28 Oct - 3 Nov 2016 #831

Grabbing them by their listicles


There is not a week that goes by these days that Nepal doesn’t make it to some internet listicle or other. The latest honours are bestowed upon Nepal for being ranked #1 in World’s Best Value Tourist Destination 2017, #2 in South Asia in the World Bank’s Ease To Do Business Index. (Right up to here everything in this column has been officially certified to be 100% true: Rubber stamped by the Ministry of Information and Communicable Diseases) And just last week the World Wildlife Fund declared Kathmandu Airport the Top National Park Sanctuary for Endangered Himalayan Fauna.

Let’s take the first one first. Lonely Planet’s Annual Best in Travel List is probably the most prestigious award concocted by the world’s travel industry to keep as many people as possible flying aimlessly around the world at any given time, so that the Greenland Icecap will finally melt and the world’s largest island can finally be put on top of a list of Last Place To Visit Before the Sky Falls Or The World Ends, Whichever Comes First. 

That is why it is great honour that Nepal consistently makes it to the Loneliest Planet in the Solar System’s inventory of places to visit. It must be some sort of Consolation Prize because it has become quite embarrassing for us Nepalis to be hogging the prizes every year.

Someone might think there is some hanky-panky going on. Nevertheless, and notwithstanding, being placed once more right on top of the list of countries that are “Best Value” is a much overdue recognition for the tremendous effort this country’s travel industry has over the decades put into underselling our products and undercutting each other to make Nepal the cheapest tourist destination in the world.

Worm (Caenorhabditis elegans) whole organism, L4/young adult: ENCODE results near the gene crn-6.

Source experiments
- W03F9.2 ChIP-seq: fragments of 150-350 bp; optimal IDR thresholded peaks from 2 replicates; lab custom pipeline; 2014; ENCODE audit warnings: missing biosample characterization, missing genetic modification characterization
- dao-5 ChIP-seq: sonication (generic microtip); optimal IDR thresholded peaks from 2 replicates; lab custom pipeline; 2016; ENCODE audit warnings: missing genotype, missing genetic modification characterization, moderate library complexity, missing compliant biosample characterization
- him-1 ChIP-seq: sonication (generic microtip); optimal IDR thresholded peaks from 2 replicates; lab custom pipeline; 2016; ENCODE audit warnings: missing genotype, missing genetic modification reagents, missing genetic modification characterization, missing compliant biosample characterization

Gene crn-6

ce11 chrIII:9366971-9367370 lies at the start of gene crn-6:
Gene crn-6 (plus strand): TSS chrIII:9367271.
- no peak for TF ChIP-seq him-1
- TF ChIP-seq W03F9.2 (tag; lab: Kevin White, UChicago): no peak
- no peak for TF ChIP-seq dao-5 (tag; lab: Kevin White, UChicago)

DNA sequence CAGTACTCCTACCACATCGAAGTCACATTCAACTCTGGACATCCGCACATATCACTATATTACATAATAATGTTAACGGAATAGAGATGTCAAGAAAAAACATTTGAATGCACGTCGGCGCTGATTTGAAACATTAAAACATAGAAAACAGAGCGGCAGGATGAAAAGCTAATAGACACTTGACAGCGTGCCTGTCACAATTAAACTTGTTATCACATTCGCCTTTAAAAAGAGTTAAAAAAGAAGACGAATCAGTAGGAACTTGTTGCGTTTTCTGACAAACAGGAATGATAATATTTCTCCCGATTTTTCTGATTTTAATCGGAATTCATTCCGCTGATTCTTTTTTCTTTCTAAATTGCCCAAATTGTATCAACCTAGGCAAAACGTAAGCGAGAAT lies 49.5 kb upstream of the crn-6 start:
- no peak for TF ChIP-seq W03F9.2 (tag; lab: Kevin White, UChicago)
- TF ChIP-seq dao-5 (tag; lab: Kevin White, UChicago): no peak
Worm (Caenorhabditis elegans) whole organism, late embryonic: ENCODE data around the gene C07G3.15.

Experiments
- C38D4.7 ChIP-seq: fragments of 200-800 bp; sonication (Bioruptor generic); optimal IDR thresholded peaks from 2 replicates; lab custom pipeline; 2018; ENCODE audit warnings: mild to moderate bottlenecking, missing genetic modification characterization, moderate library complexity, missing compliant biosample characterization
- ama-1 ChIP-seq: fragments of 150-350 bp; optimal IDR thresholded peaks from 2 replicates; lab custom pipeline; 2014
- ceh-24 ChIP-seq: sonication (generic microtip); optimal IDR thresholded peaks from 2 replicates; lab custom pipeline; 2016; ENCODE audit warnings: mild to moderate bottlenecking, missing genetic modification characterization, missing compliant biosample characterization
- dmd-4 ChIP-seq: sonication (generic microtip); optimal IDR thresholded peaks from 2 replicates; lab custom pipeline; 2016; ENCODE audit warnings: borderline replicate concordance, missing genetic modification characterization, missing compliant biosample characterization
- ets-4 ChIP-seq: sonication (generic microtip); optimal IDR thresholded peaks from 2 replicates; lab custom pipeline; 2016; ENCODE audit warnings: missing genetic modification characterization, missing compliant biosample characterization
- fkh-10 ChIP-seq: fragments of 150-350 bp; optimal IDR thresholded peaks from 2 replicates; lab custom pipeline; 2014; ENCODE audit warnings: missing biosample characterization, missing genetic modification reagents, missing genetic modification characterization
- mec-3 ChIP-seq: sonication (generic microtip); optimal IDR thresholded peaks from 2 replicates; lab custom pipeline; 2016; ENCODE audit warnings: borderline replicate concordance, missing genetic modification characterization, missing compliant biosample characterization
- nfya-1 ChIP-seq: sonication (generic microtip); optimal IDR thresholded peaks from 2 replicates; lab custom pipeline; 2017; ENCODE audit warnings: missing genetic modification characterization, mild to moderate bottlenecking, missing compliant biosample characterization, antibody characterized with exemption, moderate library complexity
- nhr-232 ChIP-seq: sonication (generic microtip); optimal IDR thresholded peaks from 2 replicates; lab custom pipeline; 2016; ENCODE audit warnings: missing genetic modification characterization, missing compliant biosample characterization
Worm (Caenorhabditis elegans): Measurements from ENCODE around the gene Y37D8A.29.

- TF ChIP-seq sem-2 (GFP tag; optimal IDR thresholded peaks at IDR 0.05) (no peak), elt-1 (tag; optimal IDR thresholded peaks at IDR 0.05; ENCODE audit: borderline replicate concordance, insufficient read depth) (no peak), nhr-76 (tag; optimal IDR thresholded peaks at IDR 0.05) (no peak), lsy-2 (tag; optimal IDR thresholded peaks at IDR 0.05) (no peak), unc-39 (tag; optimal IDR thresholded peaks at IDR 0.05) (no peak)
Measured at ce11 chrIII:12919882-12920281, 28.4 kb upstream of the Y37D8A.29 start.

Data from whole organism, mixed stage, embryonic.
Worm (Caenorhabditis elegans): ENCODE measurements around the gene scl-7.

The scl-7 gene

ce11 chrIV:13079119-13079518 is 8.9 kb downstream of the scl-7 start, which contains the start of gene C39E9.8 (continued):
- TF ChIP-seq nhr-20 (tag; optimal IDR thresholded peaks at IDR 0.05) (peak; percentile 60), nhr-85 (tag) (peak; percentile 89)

Here’s an idea: Nepal Tourism Bored can now change its motto to capitalise on the Lonely Planet Listicle and come up with even more attractive slogans, such as:

  • Visit Nepal: It’s Dirt Cheap

  • Once Is Not Enough: Visit Nepal In Your Next Incarnation

  • Supernaturally Nepal

  • Feel Like God Already?

  • Buddha Was Born In Nepal Before Nepal Even Existed!

  • Nepal: Always 15 Minutes Ahead of India

  • Tummy Trouble: Visit Kathmandu and Lose Weight Or Your Money Back

  • Visit Nepal and Stay There

  • Don’t Trek In Nepal, Get the Runs

  • All My Troubles Seem So Far Away When I See What Nepalis Have to Go Thru

The other feather in our topi this week came from none other than the World Bank Doing Business Report 2017 released this week which put Nepal at #107, which is higher than all other South Asian countries. Yay! Observing how we Nepalis go about our morning business by the river and in the forest, it is obvious that the ease of doing business should be the highest-rated here. In fact, we should pull back the campaign against open defecation, otherwise we may fall in the World Bank Doing Business Report 2018. It is a matter of national prestige that we keep our lead, and for this we must remain ever-vigilant and not let our standards slip. 

There is a direct correlation between the Ease of Doing Business Index and the Corruption Index. Which means that without graft and malfeasance, our economy would grind to a halt and no one would be able to do any business. It is kickbacks and the payoffs that lubricate our economy and keep the palms of government greased. There is now a strong possibility that with the suspension and possible impeachment of #Lockman, honesty and integrity will rise and make it impossible to do business. Hence, it is of utmost important that the next CIAA Chieftain have an impeccable record for fraud, embezzlement, extortion and open defecation.

These recognitions by Lonely World and Planet Bank put Nepal right up there as the top destination in the space time continuum — even though the Heisenberg Uncertainty Principle may determine that as a nation we may not know precisely what our destination is at any given moment in time. For a country that can’t seem to figure out where it is we are going, we sure as hell are getting there fast. And that’s what counts.

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